By Allen Greenberg
Drug use among American workers is down by nearly 75 percent over the past 25 years, although the rate of positive test results for certain drugs, including amphetamine and opiates, continues to climb.
That finding is based on an analysis of workplace drug test results released this week by Quest Diagnostics, a testing company.
"The (1988) Drug-Free Workplace Act and the public and private initiatives it helped to spur have led to steep declines in drug use among much of the American workforce," said Laura Shelton, executive director, Drug and Alcohol Testing Industry Association. "While more needs to be done to reduce illicit drug use by workers, we should take heart from the tremendous progress employers have made to create safer workplaces for millions of Americans."
The DTI analysis examined more than 125 million urine drug tests performed by Quest across the United States as a service for government and private employers between 1988 and 2012.
Key findings from the analysis:
- The positivity rate for the combined U.S. workforce declined 74 percent, from 13.6 percent in 1988 to 3.5 percent in 2012.
- The positivity rate for the federally-mandated safety sensitive workforce declined by 38 percent, from 2.6 percent in 1992 to 1.6 percent in 2012.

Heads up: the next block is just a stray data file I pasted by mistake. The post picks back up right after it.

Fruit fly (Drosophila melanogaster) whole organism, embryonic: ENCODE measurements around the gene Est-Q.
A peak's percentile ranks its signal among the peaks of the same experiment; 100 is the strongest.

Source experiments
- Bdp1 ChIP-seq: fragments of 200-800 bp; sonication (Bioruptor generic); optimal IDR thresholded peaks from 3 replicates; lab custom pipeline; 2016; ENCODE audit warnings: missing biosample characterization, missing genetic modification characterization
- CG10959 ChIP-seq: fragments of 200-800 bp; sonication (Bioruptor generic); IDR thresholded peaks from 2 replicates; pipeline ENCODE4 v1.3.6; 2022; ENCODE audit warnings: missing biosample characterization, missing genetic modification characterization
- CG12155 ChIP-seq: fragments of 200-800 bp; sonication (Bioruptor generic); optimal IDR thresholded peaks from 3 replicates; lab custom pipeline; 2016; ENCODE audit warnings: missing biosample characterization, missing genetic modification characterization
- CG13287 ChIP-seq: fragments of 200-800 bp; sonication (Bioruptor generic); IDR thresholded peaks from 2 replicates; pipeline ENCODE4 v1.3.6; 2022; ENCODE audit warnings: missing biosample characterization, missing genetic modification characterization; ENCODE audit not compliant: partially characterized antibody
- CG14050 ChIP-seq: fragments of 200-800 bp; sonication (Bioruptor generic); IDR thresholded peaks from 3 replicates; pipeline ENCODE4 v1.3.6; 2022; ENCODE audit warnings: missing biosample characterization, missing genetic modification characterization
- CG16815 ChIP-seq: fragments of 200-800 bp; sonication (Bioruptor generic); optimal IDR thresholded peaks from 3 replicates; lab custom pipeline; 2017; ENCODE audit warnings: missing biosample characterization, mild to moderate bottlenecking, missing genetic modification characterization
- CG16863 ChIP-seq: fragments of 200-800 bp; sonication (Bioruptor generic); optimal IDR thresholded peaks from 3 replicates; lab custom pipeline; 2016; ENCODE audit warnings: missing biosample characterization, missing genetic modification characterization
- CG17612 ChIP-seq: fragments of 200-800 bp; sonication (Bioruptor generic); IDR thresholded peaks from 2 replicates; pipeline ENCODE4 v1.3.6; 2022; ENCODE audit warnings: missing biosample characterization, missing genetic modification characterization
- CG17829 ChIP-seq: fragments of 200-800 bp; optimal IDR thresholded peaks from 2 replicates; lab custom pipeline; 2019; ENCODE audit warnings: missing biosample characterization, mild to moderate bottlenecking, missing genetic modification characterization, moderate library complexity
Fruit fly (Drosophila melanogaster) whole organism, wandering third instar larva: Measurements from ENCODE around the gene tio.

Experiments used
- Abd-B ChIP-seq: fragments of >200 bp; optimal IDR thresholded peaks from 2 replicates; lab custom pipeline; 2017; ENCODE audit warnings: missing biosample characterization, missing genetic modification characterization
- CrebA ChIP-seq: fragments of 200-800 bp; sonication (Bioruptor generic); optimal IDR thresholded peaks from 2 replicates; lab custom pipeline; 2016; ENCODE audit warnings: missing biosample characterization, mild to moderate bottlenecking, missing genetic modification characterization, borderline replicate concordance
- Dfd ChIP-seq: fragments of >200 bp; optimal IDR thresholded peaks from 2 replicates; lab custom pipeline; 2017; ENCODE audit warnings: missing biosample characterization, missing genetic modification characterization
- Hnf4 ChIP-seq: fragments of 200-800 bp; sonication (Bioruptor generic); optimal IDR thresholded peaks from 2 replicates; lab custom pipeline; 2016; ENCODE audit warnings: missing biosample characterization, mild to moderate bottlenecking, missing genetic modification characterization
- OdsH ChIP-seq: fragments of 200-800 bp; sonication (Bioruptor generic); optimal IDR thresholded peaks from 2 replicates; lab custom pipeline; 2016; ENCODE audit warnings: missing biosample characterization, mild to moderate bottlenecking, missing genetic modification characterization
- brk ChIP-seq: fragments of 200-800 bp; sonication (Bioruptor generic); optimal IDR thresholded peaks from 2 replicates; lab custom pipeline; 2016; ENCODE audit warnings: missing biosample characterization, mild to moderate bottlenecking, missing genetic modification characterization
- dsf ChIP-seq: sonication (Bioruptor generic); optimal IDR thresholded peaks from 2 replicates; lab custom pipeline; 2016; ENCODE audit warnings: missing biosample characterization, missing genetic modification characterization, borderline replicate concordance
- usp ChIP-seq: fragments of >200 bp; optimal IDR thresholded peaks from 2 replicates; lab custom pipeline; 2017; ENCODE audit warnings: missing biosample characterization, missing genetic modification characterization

- The positivity rate for the U.S. general workforce declined by 60 percent, from 10.3 percent in 1992 to 4.1 percent in 2012.
Despite the declines in overall drug use, the DTI analysis also found that the positivity rate for certain segments of drugs has increased.
- Positivity rates for amphetamines, including amphetamine and methamphetamine, has nearly tripled (196 percent higher) in the combined U.S. workforce and, in 2012, were at the highest level since 1997. The positivity rate for amphetamine itself, including prescription medications such as Adderall, has more than doubled in the last 10 years.
- Positivity rates for prescription opiates, which include the drugs hydrocodone, hydromorphone, oxycodone and oxymorphone, have also increased steadily over the last decade – more than doubling for hydrocodone and hydromorphone and up 71 percent for oxycodone – a reflection of national prescribing trends.
The Drug-Free Workplace Act of 1988 requires federal contractors and all federal grantees to agree to provide drug-free workplaces as a precondition of receiving a contract or grant from a federal agency.
Originally published on BenefitsPro.com